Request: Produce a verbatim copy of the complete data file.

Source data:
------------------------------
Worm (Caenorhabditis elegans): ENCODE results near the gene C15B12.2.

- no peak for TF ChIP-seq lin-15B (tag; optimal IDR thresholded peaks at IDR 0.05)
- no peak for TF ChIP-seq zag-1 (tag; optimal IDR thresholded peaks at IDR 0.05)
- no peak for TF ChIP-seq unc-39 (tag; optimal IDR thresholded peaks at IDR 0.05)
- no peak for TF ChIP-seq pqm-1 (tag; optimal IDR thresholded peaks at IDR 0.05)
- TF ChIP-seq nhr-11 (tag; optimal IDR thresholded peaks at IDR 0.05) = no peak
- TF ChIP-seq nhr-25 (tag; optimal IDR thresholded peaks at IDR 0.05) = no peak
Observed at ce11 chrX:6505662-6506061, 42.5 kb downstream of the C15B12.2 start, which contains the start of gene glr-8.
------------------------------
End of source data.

Worm (Caenorhabditis elegans): ENCODE results near the gene C15B12.2.

- no peak for TF ChIP-seq lin-15B (tag; optimal IDR thresholded peaks at IDR 0.05)
- no peak for TF ChIP-seq zag-1 (tag; optimal IDR thresholded peaks at IDR 0.05)
- no peak for TF ChIP-seq unc-39 (tag; optimal IDR thresholded peaks at IDR 0.05)
- no peak for TF ChIP-seq pqm-1 (tag; optimal IDR thresholded peaks at IDR 0.05)
- TF ChIP-seq nhr-11 (tag; optimal IDR thresholded peaks at IDR 0.05) = no peak
- TF ChIP-seq nhr-25 (tag; optimal IDR thresholded peaks at IDR 0.05) = no peak
Observed at ce11 chrX:6505662-6506061, 42.5 kb downstream of the C15B12.2 start, which contains the start of gene glr-8.